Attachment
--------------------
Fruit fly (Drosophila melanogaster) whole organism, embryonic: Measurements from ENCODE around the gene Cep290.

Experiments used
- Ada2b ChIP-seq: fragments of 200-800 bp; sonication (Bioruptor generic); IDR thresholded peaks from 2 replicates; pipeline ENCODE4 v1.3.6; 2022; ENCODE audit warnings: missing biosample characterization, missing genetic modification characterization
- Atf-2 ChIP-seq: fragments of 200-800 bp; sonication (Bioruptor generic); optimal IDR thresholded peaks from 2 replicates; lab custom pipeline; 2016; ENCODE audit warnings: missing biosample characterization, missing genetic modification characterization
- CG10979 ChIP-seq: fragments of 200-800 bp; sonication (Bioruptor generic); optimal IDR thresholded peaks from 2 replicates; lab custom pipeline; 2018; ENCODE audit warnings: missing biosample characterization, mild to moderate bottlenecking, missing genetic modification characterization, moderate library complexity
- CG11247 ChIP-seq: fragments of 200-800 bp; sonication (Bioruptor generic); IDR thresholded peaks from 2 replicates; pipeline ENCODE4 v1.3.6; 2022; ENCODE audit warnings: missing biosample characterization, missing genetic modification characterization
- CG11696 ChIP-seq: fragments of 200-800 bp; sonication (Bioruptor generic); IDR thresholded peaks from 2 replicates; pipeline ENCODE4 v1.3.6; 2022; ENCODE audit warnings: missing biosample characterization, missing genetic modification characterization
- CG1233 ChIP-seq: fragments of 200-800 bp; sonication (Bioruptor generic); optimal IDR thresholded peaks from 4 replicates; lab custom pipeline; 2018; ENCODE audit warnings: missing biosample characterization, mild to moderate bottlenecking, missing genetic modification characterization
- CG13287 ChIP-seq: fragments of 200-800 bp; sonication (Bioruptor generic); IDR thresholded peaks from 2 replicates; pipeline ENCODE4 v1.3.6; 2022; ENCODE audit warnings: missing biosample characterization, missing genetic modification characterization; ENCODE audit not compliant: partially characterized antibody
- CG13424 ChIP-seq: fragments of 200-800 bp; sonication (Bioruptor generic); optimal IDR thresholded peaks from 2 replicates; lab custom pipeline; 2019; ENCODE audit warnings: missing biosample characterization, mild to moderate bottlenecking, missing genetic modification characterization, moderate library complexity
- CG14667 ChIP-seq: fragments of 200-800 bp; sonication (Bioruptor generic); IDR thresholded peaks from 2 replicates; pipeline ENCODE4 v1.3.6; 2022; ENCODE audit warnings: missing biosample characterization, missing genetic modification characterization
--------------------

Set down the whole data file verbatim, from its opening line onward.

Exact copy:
Fruit fly (Drosophila melanogaster) whole organism, embryonic: Measurements from ENCODE around the gene Cep290.

Experiments used
- Ada2b ChIP-seq: fragments of 200-800 bp; sonication (Bioruptor generic); IDR thresholded peaks from 2 replicates; pipeline ENCODE4 v1.3.6; 2022; ENCODE audit warnings: missing biosample characterization, missing genetic modification characterization
- Atf-2 ChIP-seq: fragments of 200-800 bp; sonication (Bioruptor generic); optimal IDR thresholded peaks from 2 replicates; lab custom pipeline; 2016; ENCODE audit warnings: missing biosample characterization, missing genetic modification characterization
- CG10979 ChIP-seq: fragments of 200-800 bp; sonication (Bioruptor generic); optimal IDR thresholded peaks from 2 replicates; lab custom pipeline; 2018; ENCODE audit warnings: missing biosample characterization, mild to moderate bottlenecking, missing genetic modification characterization, moderate library complexity
- CG11247 ChIP-seq: fragments of 200-800 bp; sonication (Bioruptor generic); IDR thresholded peaks from 2 replicates; pipeline ENCODE4 v1.3.6; 2022; ENCODE audit warnings: missing biosample characterization, missing genetic modification characterization
- CG11696 ChIP-seq: fragments of 200-800 bp; sonication (Bioruptor generic); IDR thresholded peaks from 2 replicates; pipeline ENCODE4 v1.3.6; 2022; ENCODE audit warnings: missing biosample characterization, missing genetic modification characterization
- CG1233 ChIP-seq: fragments of 200-800 bp; sonication (Bioruptor generic); optimal IDR thresholded peaks from 4 replicates; lab custom pipeline; 2018; ENCODE audit warnings: missing biosample characterization, mild to moderate bottlenecking, missing genetic modification characterization
- CG13287 ChIP-seq: fragments of 200-800 bp; sonication (Bioruptor generic); IDR thresholded peaks from 2 replicates; pipeline ENCODE4 v1.3.6; 2022; ENCODE audit warnings: missing biosample characterization, missing genetic modification characterization; ENCODE audit not compliant: partially characterized antibody
- CG13424 ChIP-seq: fragments of 200-800 bp; sonication (Bioruptor generic); optimal IDR thresholded peaks from 2 replicates; lab custom pipeline; 2019; ENCODE audit warnings: missing biosample characterization, mild to moderate bottlenecking, missing genetic modification characterization, moderate library complexity
- CG14667 ChIP-seq: fragments of 200-800 bp; sonication (Bioruptor generic); IDR thresholded peaks from 2 replicates; pipeline ENCODE4 v1.3.6; 2022; ENCODE audit warnings: missing biosample characterization, missing genetic modification characterization